Ah . . . at last.  Here we are in our "Mormon Helping Hands" vests, waiting to travel to Rongai to plant trees at the hospital there.  LeRon is taking the picture.  Can you see me?  I'm the only white face and the only one with sunglasses.  My eyes can't take the bright sunshine.

Here are LeRon and me waiting to go to Rongai.  It was cold at first so we had to wear jackets but then it got quite hot.  The yellow vests were warm.  Almost too warm.

Since there wasn't room for everyone to ride in the vehicles, some of the people hopped on this bus.  LeRon and I are in the vehicle behind and there's another vehicle following us.  We have a Toyota pick-up truck with a second row of seats.  If you can believe it, four women and two young boys hopped in the second seat.  Eight people in our truck!!  We had to really boogy to keep up with the bus.

It was quite a ride.  This bus went down roads that "no man has gone before!"

Interesting to see what life is like outside of Nairobi!

The streets got narrower and narrower.  We were so glad we weren't on that bus!

Here's a stand of some kind of tiny fish.  One of the women in our truck said that she would cook some for us someday.  I wasn't so sure I wanted to taste it!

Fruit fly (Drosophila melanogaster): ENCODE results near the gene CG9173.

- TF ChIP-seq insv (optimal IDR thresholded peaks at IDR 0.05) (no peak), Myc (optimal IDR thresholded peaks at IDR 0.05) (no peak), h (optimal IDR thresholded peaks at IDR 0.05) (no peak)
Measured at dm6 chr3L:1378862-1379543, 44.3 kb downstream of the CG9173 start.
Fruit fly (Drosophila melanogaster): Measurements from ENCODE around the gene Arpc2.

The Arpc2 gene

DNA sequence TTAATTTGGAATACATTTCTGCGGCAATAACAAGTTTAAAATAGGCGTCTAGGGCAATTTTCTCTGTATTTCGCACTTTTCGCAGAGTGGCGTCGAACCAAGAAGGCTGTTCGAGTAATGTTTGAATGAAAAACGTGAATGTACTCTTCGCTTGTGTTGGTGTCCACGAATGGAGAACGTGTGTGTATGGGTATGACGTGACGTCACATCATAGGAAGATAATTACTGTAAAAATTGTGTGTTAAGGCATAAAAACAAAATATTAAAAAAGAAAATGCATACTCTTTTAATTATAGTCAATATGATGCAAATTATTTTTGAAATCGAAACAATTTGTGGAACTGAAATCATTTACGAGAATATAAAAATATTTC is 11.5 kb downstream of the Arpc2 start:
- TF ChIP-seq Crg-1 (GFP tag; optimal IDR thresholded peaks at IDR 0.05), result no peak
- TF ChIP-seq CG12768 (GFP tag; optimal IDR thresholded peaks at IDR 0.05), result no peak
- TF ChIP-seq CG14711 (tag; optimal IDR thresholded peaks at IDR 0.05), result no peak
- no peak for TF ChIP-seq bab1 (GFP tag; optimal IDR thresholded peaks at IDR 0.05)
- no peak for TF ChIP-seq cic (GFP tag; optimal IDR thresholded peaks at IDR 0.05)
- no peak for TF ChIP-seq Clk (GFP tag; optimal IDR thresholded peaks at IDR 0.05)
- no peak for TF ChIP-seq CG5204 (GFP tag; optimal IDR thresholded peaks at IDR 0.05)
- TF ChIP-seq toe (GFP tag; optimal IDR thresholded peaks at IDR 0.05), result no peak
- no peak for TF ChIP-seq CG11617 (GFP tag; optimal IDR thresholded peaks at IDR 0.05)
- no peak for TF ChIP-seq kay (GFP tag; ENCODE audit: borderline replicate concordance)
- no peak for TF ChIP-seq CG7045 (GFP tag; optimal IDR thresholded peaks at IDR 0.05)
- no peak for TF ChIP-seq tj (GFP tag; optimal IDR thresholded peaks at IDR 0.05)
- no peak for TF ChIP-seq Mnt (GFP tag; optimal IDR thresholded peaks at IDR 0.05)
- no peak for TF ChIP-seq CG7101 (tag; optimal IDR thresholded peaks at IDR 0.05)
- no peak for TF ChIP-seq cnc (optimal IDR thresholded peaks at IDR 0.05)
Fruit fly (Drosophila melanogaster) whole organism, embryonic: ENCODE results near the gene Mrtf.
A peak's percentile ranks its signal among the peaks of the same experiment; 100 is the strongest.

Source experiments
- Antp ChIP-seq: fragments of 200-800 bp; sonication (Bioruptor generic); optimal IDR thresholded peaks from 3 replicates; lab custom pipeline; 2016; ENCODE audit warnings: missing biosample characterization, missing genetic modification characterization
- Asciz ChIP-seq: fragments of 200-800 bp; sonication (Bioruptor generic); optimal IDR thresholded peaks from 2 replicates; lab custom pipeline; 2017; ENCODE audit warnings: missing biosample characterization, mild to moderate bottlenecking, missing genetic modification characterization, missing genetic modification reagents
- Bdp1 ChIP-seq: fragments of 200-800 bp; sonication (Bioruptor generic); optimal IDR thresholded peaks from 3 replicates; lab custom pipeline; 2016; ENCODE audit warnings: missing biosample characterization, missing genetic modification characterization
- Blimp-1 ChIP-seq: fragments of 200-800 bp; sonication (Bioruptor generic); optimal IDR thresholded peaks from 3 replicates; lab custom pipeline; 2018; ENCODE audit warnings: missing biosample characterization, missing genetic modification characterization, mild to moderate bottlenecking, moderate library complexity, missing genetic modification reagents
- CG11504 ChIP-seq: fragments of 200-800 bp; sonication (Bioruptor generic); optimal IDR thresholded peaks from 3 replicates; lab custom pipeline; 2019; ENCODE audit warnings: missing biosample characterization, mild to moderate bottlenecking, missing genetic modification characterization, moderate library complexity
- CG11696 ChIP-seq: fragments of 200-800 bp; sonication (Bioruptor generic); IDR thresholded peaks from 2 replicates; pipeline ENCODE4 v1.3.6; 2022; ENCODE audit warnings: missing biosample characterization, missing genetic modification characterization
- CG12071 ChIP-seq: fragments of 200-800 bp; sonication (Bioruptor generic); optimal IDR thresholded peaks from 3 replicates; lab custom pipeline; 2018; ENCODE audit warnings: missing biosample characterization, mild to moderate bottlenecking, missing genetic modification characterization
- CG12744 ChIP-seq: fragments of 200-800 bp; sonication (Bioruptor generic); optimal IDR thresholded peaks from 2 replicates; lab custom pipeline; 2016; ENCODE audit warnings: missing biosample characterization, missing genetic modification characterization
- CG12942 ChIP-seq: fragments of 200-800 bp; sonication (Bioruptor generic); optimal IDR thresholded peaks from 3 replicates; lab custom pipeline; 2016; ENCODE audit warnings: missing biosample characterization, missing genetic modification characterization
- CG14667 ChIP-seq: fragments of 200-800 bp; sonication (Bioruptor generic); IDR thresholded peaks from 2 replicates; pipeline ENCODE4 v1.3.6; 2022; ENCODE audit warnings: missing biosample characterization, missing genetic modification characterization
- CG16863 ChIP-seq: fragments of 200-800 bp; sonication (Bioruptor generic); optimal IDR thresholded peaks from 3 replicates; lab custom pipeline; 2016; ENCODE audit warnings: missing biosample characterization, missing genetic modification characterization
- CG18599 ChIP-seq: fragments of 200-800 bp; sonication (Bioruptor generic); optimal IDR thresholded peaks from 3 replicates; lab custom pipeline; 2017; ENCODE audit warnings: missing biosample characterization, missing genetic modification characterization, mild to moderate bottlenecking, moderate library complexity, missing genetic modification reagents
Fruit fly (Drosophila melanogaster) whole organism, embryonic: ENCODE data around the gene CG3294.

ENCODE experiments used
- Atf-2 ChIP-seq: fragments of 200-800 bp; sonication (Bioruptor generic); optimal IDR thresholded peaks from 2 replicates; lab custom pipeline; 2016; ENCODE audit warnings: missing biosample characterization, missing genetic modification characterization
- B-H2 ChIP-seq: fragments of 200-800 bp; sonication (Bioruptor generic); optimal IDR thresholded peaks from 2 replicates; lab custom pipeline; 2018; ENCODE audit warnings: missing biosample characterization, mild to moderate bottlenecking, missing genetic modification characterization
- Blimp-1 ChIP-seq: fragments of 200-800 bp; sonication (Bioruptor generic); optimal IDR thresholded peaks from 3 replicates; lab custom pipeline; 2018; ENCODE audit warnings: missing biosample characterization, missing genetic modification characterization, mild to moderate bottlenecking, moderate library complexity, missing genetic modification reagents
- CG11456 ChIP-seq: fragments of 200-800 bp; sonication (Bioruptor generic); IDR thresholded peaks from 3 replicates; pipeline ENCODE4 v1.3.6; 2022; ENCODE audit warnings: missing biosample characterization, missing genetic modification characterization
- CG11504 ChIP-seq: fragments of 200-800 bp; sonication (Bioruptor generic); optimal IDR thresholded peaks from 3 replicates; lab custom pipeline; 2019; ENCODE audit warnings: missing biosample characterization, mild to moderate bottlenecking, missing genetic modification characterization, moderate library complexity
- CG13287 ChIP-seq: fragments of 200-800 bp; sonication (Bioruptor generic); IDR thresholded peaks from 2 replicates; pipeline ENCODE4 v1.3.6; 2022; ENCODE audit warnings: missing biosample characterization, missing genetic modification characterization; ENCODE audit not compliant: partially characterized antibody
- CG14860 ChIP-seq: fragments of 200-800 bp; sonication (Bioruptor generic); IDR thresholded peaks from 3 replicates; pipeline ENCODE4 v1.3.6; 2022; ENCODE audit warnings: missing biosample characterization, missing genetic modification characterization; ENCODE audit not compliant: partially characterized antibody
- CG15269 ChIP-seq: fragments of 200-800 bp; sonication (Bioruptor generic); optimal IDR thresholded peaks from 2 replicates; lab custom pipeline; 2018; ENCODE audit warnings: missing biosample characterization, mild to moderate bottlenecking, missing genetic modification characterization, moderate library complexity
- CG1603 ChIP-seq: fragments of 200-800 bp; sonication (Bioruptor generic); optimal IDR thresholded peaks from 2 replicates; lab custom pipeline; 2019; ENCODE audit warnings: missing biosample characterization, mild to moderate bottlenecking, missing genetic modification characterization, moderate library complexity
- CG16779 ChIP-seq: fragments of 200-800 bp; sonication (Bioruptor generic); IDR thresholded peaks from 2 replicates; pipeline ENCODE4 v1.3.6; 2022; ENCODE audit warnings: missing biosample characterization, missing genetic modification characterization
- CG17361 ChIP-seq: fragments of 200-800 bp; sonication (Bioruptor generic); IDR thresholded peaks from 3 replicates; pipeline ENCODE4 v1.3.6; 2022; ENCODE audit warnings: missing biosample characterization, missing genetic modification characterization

Now the bus is trying to turn a very tight corner.  The men on left had to move stuff so the bus could back up to make the turn.

The bus barely made it past that stand of tiny fish.  Wow. 

Now we're trying to find the bus.  Where did it go?  Somehow we found it and were able to get to the hospital.  I was sad to see all the trash everywhere.  Kenya is a beautiful country but it would be more beautiful if people would pick up their trash.

Here are two of our sweet sister missionaries.  They serve in this area of Rongai.  Sister Ndonga (from Kenya) is on the left and Sister Gondwe (from Zambia) is on the right.  They are wonderful missionaries and very good and sweet young women.

Everyone gathered around for prayer and instructions before the start of the tree planting.  The kids had a great time.